As one of my Twitter friends noted yesterday regarding the decision not to indict NYPD Officer Daniel Pantaleo in the chokehold death of Eric Garner: James Holmes, who shot and killed 12 people while wounding 70 others in an Aurora movie theater, was apprehended alive. But Garner, an unarmed African-American 43-year-old and father of six had to be illegally choked to death in order to be subdued by Pantaleo. Despite the fact that the coroner ruled Garner’s death to be a homicide, the grand jury committed yet another injustice against the African-American community by refusing to indict Pantaleo.
There only needs to be a majority for a grand jury to indict or not. 15 panelists on the 23-member grand jury in the Pantaleo case were white. That’s not necessarily an outright indication of racism, but at the very least it’s fair to suggest that the 15 white panelists will never truly understand what life was like for men like Eric Garner — to be stopped-and-frisked or to be relentlessly watched or unjustifiably profiled by law enforcement. It’s no wonder that Pantaleo wasn’t indicted. When reviewing the video of Garner objecting to being targeted by two officers, the white panelists were racially incapable of relating to why Garner was angry and simply reached the conclusion that his actions justified being suddenly swarmed by half-a-dozen officers who appeared out of nowhere, wrestling him to the ground, choking him and forced his skull into the pavement until his heart stopped.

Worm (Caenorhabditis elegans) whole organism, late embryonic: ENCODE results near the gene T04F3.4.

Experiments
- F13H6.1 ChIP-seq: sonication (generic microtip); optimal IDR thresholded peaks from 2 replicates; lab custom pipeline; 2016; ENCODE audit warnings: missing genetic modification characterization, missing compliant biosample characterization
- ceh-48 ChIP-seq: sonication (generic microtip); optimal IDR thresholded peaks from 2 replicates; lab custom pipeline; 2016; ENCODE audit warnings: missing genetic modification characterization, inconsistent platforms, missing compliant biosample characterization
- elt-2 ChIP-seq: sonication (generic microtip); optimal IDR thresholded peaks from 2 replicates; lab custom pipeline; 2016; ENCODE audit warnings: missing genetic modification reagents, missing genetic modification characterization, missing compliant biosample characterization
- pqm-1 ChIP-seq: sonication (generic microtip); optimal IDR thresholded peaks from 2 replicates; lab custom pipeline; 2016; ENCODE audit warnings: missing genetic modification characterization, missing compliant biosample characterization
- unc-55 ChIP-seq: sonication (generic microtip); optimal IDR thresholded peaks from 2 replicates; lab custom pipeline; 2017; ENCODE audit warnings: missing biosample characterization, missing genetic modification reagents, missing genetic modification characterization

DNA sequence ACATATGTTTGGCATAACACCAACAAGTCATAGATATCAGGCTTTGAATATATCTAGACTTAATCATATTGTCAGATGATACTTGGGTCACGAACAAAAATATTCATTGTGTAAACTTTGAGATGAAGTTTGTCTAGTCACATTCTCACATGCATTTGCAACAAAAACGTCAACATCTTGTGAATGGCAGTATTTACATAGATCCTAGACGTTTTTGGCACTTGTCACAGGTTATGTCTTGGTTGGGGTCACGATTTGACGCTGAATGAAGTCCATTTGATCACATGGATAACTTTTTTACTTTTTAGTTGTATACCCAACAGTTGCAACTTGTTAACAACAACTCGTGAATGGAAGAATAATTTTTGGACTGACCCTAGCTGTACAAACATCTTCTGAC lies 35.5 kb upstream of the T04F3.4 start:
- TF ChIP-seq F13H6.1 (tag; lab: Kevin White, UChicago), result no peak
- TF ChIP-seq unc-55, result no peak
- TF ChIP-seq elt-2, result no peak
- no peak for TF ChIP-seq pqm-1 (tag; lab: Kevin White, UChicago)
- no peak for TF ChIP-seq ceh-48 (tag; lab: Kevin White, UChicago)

But instead of attempting to understand the full scope of what men like Eric Garner have had to endure, we too often hear closed-minded white people suggest that the number of black men profiled and killed by police during arrest scenarios is merely commensurate with the black male crime rate. And this is supposed to make profiling and excessive force okay.
It’s a cheap and superficial argument, insinuating that black men are somehow asking for it. Throughout the day yesterday, I heard from various people, especially Joe Scarborough supporters, who told me that Michael Brown and Eric Garner decided their own fates, both individually and societally, even though, in a fair and just world, neither of them deserved summary executions in the street.
Even though many in the Scarborough camp refuse to accept statistical reality (a sign of possible racial bias itself), let’s take a look at some of the massive disparities between the white and black experiences within the judicial system.
–Right off the bat… CONTINUE READING